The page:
Purim 2014 Dvar Torah

The Gemara asks: where do we find a hint to Haman in the Torah?

From the pasuk “המן העץ אשר צוותך אשר אכלתם” (בראשית ג:יא)

Rabbi Mordechai Miller explains that Chava had made a mistake—she thought you couldn’t even touch the tree, but really Hashem only said they couldn’t eat from the tree. When the נחש was trying to convince Chava to eat from the tree, he pushed her and caused her to touch the tree, and said to her, “See? You didn’t die from touching the tree…go ahead and eat from it.” Had the נחש skipped the first few steps and just told Chava to eat from the tree, she would’ve resisted. But by gradually pushing Chava closer and closer, he was able to succeed in causing her to sin.

The Zohar says “do this today, that tomorrow.” Take baby steps and do a little at a time. That’s the way Amalek works–little by little they cool Bnei Yisrael down. “אשר קרך בדרך”—they didn’t attack us all at once, they slowly penetrated Bnei Yisrael and cooled them down and removed any enthusiasm.

When Haman gets permission from Achashverosh to kill all the Jews, it says everyone knew about the decree (אסתר ג:יד-טו), but right after that, it says that Mordechai knew (אסתר ד:א). Why does the pasuk tell us Mordechai knew if it just told us that everyone knew! Really, Haman sent out two letters: one to all of the high officials telling them what his full plan was, and the other letter was sent to everyone, saying that on י”ג אדר something would happen. He started preparing everyone for something to happen, but only slowly leaked the details, because if he announced to everyone right away what his plan was, he would be faced with resistance and there would be a good chance that he wouldn’t be able to carry out his plan in eleven months’ time. Instead, he slowly got people used to the idea that something would happen, and built up from there. But Mordechai knew what it said in both letters, and he realized that the Jews needed to act right away. If Haman and Amalek work by gradually cooling us down, we need to react with fire and enthusiasm. Mordechai wasted no time in putting on שק ואפר and telling Esther she needed to do something. At first Esther isn’t too worried, and is going to wait for the king to call her: if not today, tomorrow; if not tomorrow, next week; if not next week; next month, and so on. If they had eleven months, she thought, what was the big deal? But once Mordechai explained that Amalek’s “cool-down” process had to be met with fiery enthusiasm, she declared a three day fast immediately and then went to the king.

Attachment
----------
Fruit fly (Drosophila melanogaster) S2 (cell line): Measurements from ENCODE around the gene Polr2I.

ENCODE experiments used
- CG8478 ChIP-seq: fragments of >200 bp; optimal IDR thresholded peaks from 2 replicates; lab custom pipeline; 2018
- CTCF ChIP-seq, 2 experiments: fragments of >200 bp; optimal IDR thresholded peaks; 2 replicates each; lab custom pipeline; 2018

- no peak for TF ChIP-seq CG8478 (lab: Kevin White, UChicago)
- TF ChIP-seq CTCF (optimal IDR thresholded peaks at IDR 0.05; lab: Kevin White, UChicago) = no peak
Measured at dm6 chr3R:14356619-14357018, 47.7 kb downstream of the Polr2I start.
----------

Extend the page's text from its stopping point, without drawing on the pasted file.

At the end of Megillah, it says “ליהודים היתה אורה ושמחה וששון ויקר”. The Gemara in Megillah טז: explains that אורה refers to torah, שמחה refers to Yom Tov, ששון refers to bris mila, and יקר refers to tefillin. So why not just say that? Why is it talking in code? The Sfas Emes explains that the Jews always had these mitzvot—it wasn’t something new—but until now they went through the motions of these mitzvot without any enthusiasm. From Har Sinai, when they had a mountain held over their heads and were forced to accept the Torah, Bnei Yisrael kept the mitzvot because they felt they had no other choice. Finally, during Achashverosh’s time, the Jews perform the mitzvot because they want to, and they perform them with enthusiasm.

So why do we celebrate Purim? It’s true, we were saved from destruction, but still, we were in galus, we were servants of Achashverosh, and we didn’t have the Beit Hamikdash, and our situation didn’t change!
Maybe we’re celebrating not only the fact that we defeated Amalek on an external level, but the fact that we defeated the Amalek within us. By the time the Megillah ends, the Jews’ approach to torah and mitzvot was completely changed, and instead of going through the motions and living a “cooled-down” life, we now do the mitzvot and keep Torah with passion and fiery enthusiasm.

Student Studying in MMY